New Data Comm system reduces wait time on SLC runways
(KUTV) Salt Lake International is the second airport in the nation to adopt a communication system between air traffic control and air crafts called Data Comm.
“It’s a text conversation that we can have with the aircraft back and forth. So we can make multiple changes to it if we have to,” said Chris Bakke, a representative of the Salt Lake control tower.
The current industry standard for issuing flight clearances is a mix between pre-departure clearance and voice communication. Air traffic control sends a one-time message with the flight details.
“A sort of one time, text message to the airline’s company, not the aircraft itself,” said Bakke.
However, on the standard model, any adjustments that may be needed due to weather concerns, altitude needs, or flight pattern issues, the pilot and air traffic controller must communicate over radio.
Voice communication is labor intensive, time consuming and can lead to miscommunications. Data Comm, by contrast, enables streamlined, two-way data exchanges between controllers and flight crews for clearances, instructions, advisories and other important information. It speeds up and simplifies communications, and cuts down on travel delays.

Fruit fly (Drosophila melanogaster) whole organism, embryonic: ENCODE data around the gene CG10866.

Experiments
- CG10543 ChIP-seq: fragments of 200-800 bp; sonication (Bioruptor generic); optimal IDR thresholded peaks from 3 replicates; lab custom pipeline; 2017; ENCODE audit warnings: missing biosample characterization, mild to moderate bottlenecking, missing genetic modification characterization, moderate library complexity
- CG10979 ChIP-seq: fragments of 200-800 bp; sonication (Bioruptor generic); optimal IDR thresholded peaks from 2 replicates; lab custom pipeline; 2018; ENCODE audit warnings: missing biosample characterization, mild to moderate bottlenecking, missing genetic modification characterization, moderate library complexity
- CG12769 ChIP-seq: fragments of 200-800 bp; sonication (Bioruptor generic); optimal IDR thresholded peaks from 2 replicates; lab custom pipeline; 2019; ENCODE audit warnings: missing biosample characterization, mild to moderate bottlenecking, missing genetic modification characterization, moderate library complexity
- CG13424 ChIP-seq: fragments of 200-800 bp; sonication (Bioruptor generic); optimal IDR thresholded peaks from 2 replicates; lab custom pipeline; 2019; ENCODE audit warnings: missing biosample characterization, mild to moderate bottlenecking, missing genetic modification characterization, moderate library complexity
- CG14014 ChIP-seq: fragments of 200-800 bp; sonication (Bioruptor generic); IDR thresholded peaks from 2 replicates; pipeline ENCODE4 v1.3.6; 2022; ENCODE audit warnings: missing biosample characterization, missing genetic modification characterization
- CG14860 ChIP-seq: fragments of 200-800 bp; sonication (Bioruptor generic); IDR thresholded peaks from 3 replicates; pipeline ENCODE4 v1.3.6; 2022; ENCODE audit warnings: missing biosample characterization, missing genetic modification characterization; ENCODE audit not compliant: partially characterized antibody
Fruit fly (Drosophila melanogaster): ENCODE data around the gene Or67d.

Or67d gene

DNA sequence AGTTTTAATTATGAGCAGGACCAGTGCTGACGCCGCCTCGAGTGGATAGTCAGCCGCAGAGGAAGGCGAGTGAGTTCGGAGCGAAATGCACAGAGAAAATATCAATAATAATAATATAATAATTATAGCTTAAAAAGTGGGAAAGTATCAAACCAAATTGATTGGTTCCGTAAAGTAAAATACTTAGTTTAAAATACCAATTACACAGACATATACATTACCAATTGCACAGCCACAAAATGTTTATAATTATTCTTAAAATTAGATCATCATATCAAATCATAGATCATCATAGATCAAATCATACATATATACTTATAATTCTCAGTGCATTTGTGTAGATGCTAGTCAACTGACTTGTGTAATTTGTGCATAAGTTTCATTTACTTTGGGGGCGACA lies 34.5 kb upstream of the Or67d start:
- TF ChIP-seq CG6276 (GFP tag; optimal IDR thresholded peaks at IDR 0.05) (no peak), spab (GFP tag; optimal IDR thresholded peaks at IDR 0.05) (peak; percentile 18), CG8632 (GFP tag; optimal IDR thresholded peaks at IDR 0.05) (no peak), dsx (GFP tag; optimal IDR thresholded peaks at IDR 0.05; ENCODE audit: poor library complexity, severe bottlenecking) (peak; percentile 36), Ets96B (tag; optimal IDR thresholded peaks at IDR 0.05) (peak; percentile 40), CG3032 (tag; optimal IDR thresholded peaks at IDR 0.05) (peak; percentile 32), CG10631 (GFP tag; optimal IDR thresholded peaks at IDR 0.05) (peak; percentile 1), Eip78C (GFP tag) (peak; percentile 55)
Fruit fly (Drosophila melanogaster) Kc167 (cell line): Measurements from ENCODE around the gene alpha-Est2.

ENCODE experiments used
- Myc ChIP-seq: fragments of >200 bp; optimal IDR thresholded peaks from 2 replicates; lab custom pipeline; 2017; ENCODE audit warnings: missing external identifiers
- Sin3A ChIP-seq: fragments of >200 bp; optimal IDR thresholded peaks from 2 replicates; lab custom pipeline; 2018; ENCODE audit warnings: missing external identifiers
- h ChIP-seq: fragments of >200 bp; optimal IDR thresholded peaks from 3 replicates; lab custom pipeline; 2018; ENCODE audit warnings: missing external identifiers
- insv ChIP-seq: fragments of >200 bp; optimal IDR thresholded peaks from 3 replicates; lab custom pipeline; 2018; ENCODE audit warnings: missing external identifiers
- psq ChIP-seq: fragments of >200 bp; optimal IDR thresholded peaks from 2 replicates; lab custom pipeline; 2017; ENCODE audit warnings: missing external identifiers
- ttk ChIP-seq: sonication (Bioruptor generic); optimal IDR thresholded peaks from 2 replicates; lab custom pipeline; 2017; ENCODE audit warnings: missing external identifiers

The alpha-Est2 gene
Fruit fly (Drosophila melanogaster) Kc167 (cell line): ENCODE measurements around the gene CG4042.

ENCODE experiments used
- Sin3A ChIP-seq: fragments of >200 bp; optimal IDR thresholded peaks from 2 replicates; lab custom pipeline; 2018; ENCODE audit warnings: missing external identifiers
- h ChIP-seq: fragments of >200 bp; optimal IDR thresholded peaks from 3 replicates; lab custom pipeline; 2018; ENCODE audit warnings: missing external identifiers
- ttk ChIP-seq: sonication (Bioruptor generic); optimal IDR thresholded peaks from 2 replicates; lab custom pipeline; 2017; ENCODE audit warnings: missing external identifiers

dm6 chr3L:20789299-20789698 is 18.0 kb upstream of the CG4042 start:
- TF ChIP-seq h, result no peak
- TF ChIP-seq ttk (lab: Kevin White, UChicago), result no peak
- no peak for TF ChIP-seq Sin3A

“The more we can do through data instead of voice is going to save us time,” said air traffic controller Jon Risenmay.
Risenmay said planes on Data Comm will be cleared for departure earlier since their process is streamlined electronically.
“Sometimes, they get backed up. We have six or seven airplanes on frequency, waiting for their turn. Instead, I can just hit the button and be done.”
Bakke said the new system will save time, money, and the environment.
“If they can shave off even one minute of taxi time, [Delta] will save $17 million a year.”
Delta currently has the majority of its SLC fleet on the Data Comm system. They hope expand that to 300 air crafts by the end of the year, which is two years ahead of schedule.